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OH WILLIAM! by Elizabeth Strout


by Elizabeth Strout

Pub Date: Oct. 19th, 2021
ISBN: 978-0-8129-8943-4
Publisher: Random House

Pulitzer Prize winner Strout offers a third book linked to writer Lucy Barton, this time reflecting on her complex relationship with her first husband, before and after their divorce.

While Anything Is Possible (2017) told the stories of people among whom Lucy grew up in poverty in Amgash, Illinois, this new novel returns to the direct address of My Name Is Lucy Barton (2016). Lucy’s beloved second husband, David, has recently died, and “in my grief for him I have felt grief for William as well,” she tells us. Her stuttering, stop-and-start narrative drops this and other pronouncements and then moves on, circling back later to elucidate and elaborate. After the pain of their separation subsided, Lucy and William became friends, close enough so that when he begins having night terrors at age 69, he confides in Lucy rather than his much younger third wife. (Wife No. 2 was among the many infidelities that broke up his marriage to Lucy.) Perhaps it’s because the terrors are related to his mother, Catherine, who “seemed central to our marriage,” Lucy tells us. “We loved her. Oh, we loved her.” Well, sometimes; Lucy’s memories reveal a deep ambivalence. Catherine patronized her, referring frequently to the poverty of Lucy’s background and her unfamiliarity with the ways of more affluent people. So it’s a shock to Lucy as well as William when he learns that his mother was married before, abandoned a baby daughter to marry his father, and came from a family even poorer than Lucy’s. Their road trip to Maine prompts William’s habitual coping mechanism of simply checking out, being present but not really there, which is the real reason Lucy left him. Strout’s habitual themes of loneliness and the impossibility of ever truly knowing another person are ubiquitous in this deeply sad tale, which takes its title from Lucy’s head-shaking acknowledgment that her ex will never change, cannot change the remoteness at the core of his personality.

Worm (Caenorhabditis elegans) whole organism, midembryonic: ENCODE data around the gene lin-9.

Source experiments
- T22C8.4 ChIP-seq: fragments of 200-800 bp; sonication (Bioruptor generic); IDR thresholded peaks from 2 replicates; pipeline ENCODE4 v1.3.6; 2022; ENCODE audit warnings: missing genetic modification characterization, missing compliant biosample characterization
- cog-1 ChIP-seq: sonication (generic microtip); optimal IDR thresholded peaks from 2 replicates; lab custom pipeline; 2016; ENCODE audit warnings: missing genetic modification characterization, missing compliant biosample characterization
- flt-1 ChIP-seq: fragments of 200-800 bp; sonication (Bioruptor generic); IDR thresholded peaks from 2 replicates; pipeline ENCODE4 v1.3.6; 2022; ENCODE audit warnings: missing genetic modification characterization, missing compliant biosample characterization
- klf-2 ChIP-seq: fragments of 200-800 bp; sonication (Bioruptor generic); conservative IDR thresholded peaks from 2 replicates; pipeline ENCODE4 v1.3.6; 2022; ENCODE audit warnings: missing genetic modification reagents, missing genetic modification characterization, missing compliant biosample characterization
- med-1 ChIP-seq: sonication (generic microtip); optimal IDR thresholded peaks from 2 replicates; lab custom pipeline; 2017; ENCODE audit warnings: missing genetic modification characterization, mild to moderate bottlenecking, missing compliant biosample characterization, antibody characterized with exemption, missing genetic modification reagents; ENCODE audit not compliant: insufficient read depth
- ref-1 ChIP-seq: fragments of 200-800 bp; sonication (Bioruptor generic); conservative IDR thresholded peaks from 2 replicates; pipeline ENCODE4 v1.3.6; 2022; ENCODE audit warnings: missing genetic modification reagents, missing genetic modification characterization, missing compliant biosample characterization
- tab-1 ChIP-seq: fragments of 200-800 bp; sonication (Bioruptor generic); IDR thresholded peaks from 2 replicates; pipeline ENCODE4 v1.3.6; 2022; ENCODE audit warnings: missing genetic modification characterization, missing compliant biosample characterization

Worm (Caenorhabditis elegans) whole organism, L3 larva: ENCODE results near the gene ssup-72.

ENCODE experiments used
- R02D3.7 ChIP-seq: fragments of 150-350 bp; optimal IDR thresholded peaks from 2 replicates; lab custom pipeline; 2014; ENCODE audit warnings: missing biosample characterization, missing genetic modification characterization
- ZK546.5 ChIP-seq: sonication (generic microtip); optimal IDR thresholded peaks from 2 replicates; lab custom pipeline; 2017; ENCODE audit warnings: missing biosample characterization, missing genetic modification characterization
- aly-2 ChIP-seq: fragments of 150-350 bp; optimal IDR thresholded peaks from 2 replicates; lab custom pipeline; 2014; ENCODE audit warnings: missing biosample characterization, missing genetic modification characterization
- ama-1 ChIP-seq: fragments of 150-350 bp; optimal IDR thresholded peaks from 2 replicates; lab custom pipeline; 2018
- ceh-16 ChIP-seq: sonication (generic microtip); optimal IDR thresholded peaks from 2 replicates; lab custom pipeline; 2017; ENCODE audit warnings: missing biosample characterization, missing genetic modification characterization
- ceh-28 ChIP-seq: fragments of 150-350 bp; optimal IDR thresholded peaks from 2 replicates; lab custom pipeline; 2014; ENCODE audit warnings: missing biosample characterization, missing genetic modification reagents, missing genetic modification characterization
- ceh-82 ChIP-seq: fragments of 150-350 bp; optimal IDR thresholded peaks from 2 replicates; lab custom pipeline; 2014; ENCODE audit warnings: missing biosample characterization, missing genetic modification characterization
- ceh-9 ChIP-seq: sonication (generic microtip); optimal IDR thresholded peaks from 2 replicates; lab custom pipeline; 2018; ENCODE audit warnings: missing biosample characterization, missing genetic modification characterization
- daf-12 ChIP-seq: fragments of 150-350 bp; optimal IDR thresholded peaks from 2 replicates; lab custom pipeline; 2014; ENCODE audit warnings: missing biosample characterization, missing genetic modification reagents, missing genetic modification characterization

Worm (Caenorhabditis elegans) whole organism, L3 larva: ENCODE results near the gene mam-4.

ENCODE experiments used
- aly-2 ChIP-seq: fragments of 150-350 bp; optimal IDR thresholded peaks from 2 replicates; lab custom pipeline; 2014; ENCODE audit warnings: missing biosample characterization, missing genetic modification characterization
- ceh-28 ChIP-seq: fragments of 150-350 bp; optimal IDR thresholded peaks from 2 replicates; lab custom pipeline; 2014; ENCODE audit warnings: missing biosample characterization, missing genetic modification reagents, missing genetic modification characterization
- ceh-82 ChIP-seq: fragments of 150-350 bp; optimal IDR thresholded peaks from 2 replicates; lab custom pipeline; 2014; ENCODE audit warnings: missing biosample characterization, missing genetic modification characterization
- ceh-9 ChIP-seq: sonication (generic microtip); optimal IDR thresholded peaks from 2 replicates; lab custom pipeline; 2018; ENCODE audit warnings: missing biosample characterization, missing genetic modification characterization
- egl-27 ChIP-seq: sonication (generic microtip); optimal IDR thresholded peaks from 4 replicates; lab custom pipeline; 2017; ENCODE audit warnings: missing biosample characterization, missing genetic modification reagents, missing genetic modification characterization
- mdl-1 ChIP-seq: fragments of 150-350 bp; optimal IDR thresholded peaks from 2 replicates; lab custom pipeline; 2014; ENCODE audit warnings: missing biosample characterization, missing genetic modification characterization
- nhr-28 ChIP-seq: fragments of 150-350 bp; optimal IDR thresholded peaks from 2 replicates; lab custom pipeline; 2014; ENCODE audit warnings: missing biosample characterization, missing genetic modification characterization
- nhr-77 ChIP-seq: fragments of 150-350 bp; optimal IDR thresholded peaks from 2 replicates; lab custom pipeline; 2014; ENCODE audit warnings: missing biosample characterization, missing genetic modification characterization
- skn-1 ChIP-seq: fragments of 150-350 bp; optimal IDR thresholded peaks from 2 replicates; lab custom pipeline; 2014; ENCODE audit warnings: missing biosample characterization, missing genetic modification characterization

Another skillful, pensive exploration of Strout’s fundamental credo: “We are all mysteries.”